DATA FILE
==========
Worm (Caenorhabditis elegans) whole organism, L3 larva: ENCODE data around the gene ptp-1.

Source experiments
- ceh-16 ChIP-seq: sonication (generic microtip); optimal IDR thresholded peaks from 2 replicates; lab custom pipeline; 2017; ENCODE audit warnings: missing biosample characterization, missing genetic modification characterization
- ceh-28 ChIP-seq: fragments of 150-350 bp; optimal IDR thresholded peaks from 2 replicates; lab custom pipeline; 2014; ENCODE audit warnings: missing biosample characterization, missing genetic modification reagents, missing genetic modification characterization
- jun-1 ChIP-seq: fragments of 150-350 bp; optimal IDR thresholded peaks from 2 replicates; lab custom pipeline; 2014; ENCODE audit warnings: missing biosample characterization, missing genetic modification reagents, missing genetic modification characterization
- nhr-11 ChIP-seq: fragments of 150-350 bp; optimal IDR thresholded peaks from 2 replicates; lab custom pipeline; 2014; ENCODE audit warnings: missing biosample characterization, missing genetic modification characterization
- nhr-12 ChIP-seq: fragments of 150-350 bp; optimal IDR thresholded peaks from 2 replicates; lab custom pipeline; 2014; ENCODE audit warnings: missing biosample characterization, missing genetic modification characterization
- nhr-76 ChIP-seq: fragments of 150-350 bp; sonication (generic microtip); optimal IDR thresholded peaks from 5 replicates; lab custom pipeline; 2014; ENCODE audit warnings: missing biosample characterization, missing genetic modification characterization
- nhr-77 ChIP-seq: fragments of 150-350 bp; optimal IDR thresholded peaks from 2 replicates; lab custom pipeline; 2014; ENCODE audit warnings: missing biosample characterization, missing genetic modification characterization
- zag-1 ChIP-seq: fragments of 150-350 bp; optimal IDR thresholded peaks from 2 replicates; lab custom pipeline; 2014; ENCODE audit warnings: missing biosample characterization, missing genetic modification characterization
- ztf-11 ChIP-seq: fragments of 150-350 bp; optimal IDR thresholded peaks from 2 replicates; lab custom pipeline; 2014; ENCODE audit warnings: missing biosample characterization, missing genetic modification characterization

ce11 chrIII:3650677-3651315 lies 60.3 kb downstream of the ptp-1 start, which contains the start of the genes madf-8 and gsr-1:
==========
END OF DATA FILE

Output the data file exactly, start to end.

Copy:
Worm (Caenorhabditis elegans) whole organism, L3 larva: ENCODE data around the gene ptp-1.

Source experiments
- ceh-16 ChIP-seq: sonication (generic microtip); optimal IDR thresholded peaks from 2 replicates; lab custom pipeline; 2017; ENCODE audit warnings: missing biosample characterization, missing genetic modification characterization
- ceh-28 ChIP-seq: fragments of 150-350 bp; optimal IDR thresholded peaks from 2 replicates; lab custom pipeline; 2014; ENCODE audit warnings: missing biosample characterization, missing genetic modification reagents, missing genetic modification characterization
- jun-1 ChIP-seq: fragments of 150-350 bp; optimal IDR thresholded peaks from 2 replicates; lab custom pipeline; 2014; ENCODE audit warnings: missing biosample characterization, missing genetic modification reagents, missing genetic modification characterization
- nhr-11 ChIP-seq: fragments of 150-350 bp; optimal IDR thresholded peaks from 2 replicates; lab custom pipeline; 2014; ENCODE audit warnings: missing biosample characterization, missing genetic modification characterization
- nhr-12 ChIP-seq: fragments of 150-350 bp; optimal IDR thresholded peaks from 2 replicates; lab custom pipeline; 2014; ENCODE audit warnings: missing biosample characterization, missing genetic modification characterization
- nhr-76 ChIP-seq: fragments of 150-350 bp; sonication (generic microtip); optimal IDR thresholded peaks from 5 replicates; lab custom pipeline; 2014; ENCODE audit warnings: missing biosample characterization, missing genetic modification characterization
- nhr-77 ChIP-seq: fragments of 150-350 bp; optimal IDR thresholded peaks from 2 replicates; lab custom pipeline; 2014; ENCODE audit warnings: missing biosample characterization, missing genetic modification characterization
- zag-1 ChIP-seq: fragments of 150-350 bp; optimal IDR thresholded peaks from 2 replicates; lab custom pipeline; 2014; ENCODE audit warnings: missing biosample characterization, missing genetic modification characterization
- ztf-11 ChIP-seq: fragments of 150-350 bp; optimal IDR thresholded peaks from 2 replicates; lab custom pipeline; 2014; ENCODE audit warnings: missing biosample characterization, missing genetic modification characterization

ce11 chrIII:3650677-3651315 lies 60.3 kb downstream of the ptp-1 start, which contains the start of the genes madf-8 and gsr-1: